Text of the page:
For decades, people have been struggling to secure a place to live in big cities. It is not simply because of housing shortages, but also because our housing system often is unfair.
A story of tenants in Uppsala, Sweden
It was June in 2018. I joined a field trip to municipal housing in Eriksberg district in Uppsala, Sweden. It was a half-day programme during a housing research conference. The European Network for Housing Research organised it. When I saw this event, I immediately signed up. It was definitely a good learning opportunity. Sweden is well known for its good government housing programmes. Under soft sunlight in the middle of the day, we arrived at the field visit site, not far from the city centre. The modern design apartment blocks were in peaceful neighborhoods with full of green and open spaces. There were also good community centres and childcare facilities. Indeed, Sweden deserved their high reputation for government housing.
“My happiness didn’t go long. It was only a 3 month dream”.
We had a chance to listen to the experiences of a resident. She moved in this housing a half year ago. “I was so happy to find this place. It was perfect. The rent is affordable, there is enough open space outside for my kid, and the little forest just behind of my block was so perfect”. But, she started telling another story with a bit of a quiver in her voice. “My happiness didn’t go long. It was only a 3 month dream”.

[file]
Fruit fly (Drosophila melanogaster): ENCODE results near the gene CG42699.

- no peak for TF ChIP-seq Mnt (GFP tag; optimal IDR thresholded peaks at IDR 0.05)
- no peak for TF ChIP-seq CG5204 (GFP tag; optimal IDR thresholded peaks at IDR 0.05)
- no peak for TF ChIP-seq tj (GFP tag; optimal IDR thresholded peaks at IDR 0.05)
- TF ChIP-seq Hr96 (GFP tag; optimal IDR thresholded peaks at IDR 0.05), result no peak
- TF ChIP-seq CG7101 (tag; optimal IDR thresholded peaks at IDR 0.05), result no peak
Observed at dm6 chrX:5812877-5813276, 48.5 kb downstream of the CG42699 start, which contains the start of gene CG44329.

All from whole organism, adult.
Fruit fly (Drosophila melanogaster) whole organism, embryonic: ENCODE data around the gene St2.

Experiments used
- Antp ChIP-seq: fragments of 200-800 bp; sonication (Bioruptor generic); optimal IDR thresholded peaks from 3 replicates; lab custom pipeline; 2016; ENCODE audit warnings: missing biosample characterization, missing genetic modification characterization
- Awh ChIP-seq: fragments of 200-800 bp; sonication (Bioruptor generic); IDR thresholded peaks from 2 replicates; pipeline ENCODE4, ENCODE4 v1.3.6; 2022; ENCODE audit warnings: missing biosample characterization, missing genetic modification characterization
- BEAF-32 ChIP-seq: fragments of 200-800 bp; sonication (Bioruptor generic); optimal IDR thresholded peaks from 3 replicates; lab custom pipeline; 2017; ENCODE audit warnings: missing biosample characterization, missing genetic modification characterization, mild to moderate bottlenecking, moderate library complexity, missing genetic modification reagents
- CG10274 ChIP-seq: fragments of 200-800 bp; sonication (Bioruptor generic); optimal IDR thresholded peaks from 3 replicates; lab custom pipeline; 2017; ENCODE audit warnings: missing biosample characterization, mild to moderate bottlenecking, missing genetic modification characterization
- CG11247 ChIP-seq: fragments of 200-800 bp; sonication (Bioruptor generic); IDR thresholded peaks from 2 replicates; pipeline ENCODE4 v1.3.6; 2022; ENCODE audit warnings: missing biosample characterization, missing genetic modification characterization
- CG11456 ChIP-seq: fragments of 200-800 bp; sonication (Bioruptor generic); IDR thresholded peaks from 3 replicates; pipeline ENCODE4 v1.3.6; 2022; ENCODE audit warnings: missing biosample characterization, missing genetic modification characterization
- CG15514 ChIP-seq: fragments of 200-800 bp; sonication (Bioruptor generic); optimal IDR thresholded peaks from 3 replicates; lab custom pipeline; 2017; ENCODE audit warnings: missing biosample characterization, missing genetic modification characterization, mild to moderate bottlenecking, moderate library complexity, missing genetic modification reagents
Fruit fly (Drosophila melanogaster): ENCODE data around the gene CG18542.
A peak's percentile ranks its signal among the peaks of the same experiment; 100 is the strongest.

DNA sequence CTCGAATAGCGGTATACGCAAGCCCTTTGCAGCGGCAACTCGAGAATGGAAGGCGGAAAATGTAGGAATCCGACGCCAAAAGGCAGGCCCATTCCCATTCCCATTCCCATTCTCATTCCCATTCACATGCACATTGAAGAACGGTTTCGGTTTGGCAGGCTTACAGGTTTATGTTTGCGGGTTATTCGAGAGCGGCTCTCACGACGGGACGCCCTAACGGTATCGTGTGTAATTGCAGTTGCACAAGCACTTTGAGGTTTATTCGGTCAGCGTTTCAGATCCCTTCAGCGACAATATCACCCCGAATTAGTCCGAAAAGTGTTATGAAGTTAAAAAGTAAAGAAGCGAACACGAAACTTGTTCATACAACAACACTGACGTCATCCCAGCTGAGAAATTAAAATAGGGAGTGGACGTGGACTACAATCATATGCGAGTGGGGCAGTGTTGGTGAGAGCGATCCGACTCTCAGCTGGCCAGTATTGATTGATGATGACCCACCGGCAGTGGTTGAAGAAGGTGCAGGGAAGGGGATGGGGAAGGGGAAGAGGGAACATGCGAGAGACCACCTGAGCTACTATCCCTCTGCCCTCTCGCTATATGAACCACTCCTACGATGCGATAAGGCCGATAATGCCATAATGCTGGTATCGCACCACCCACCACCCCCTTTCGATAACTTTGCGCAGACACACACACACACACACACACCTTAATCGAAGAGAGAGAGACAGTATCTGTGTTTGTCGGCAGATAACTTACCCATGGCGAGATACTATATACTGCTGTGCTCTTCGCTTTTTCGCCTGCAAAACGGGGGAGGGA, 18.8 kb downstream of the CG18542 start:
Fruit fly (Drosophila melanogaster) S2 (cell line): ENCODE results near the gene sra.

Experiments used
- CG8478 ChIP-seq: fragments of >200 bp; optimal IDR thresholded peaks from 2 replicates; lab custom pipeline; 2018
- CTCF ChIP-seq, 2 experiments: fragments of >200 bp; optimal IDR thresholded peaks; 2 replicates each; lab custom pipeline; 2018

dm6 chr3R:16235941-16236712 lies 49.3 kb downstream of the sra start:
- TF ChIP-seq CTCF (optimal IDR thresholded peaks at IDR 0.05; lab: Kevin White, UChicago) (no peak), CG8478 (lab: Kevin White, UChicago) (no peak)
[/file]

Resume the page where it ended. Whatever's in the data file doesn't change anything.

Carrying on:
Over her residential area, there has been a plan for urban renewal and redevelopment. The Municipality has discussed the plan for a long time. But only recently, she learned about it. Nobody informed her about it when she moved in. She had to struggle to pull out more detailed information from the government. The project will clean the trees and lovely forests around the blocks. She wanted to know how her
“One day, my neighbour showed me a leaflet. An urban renewal plan over here… I realized, the municipality sent it only to homeowners. The tenants like me were totally excluded.”
Eriksberg Municipal housing, Uppsala, Sweden
In Eriksberg, 2,400 dwellings are to be built during the coming years. The local
Policy indicators do not capture an unfair housing situation
Yes, something was going wrong in Uppsala. Surprisingly, experts and policymakers hardly take into account this unfair situation for evaluating housing policy. Whenever you hear any news about housing, you will frequently hear: “housing shortage”, “falling/rising housing price”, or “new apartments to be built”. Or, if you are a bit interested in the news of the global south, “one out of three people in cities are living in slums”. The numbers, physical conditions and prices of housing have been key indicators to define housing problems and policy outcomes. And additionally, how satisfied people are with their houses.
Based on these indicators, the experts make a decision and have an influence on your efforts for securing a place to live. This